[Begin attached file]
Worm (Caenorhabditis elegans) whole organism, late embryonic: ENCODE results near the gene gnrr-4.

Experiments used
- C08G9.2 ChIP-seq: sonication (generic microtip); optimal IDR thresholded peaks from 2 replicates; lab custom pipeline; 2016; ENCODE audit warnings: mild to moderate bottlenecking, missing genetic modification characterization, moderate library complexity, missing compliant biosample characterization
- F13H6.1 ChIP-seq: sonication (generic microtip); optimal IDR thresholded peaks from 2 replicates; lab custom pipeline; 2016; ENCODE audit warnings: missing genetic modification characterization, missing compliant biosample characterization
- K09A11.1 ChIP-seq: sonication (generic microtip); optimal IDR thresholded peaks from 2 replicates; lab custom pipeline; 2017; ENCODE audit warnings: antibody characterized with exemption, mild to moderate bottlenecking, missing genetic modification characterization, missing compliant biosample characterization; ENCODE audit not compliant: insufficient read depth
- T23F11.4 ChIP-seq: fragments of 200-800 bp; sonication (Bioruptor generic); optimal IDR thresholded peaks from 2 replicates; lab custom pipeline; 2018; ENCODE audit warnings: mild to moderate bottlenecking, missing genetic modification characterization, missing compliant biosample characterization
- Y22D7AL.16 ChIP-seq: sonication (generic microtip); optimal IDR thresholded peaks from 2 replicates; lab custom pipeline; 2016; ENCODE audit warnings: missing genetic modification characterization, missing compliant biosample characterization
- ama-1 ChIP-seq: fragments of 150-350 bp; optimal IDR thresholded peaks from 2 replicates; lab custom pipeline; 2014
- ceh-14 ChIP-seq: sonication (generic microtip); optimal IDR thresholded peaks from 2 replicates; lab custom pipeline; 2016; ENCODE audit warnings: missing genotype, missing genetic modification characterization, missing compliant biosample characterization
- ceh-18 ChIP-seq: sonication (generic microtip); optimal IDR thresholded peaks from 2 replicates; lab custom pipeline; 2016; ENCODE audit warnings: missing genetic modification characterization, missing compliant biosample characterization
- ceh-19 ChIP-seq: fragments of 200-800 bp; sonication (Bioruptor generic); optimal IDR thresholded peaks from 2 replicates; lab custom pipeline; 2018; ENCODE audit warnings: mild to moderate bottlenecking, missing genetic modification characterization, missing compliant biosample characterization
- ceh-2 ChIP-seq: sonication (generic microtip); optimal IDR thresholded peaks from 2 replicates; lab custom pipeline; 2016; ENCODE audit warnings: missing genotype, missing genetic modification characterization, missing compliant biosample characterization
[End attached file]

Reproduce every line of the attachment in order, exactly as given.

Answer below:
Worm (Caenorhabditis elegans) whole organism, late embryonic: ENCODE results near the gene gnrr-4.

Experiments used
- C08G9.2 ChIP-seq: sonication (generic microtip); optimal IDR thresholded peaks from 2 replicates; lab custom pipeline; 2016; ENCODE audit warnings: mild to moderate bottlenecking, missing genetic modification characterization, moderate library complexity, missing compliant biosample characterization
- F13H6.1 ChIP-seq: sonication (generic microtip); optimal IDR thresholded peaks from 2 replicates; lab custom pipeline; 2016; ENCODE audit warnings: missing genetic modification characterization, missing compliant biosample characterization
- K09A11.1 ChIP-seq: sonication (generic microtip); optimal IDR thresholded peaks from 2 replicates; lab custom pipeline; 2017; ENCODE audit warnings: antibody characterized with exemption, mild to moderate bottlenecking, missing genetic modification characterization, missing compliant biosample characterization; ENCODE audit not compliant: insufficient read depth
- T23F11.4 ChIP-seq: fragments of 200-800 bp; sonication (Bioruptor generic); optimal IDR thresholded peaks from 2 replicates; lab custom pipeline; 2018; ENCODE audit warnings: mild to moderate bottlenecking, missing genetic modification characterization, missing compliant biosample characterization
- Y22D7AL.16 ChIP-seq: sonication (generic microtip); optimal IDR thresholded peaks from 2 replicates; lab custom pipeline; 2016; ENCODE audit warnings: missing genetic modification characterization, missing compliant biosample characterization
- ama-1 ChIP-seq: fragments of 150-350 bp; optimal IDR thresholded peaks from 2 replicates; lab custom pipeline; 2014
- ceh-14 ChIP-seq: sonication (generic microtip); optimal IDR thresholded peaks from 2 replicates; lab custom pipeline; 2016; ENCODE audit warnings: missing genotype, missing genetic modification characterization, missing compliant biosample characterization
- ceh-18 ChIP-seq: sonication (generic microtip); optimal IDR thresholded peaks from 2 replicates; lab custom pipeline; 2016; ENCODE audit warnings: missing genetic modification characterization, missing compliant biosample characterization
- ceh-19 ChIP-seq: fragments of 200-800 bp; sonication (Bioruptor generic); optimal IDR thresholded peaks from 2 replicates; lab custom pipeline; 2018; ENCODE audit warnings: mild to moderate bottlenecking, missing genetic modification characterization, missing compliant biosample characterization
- ceh-2 ChIP-seq: sonication (generic microtip); optimal IDR thresholded peaks from 2 replicates; lab custom pipeline; 2016; ENCODE audit warnings: missing genotype, missing genetic modification characterization, missing compliant biosample characterization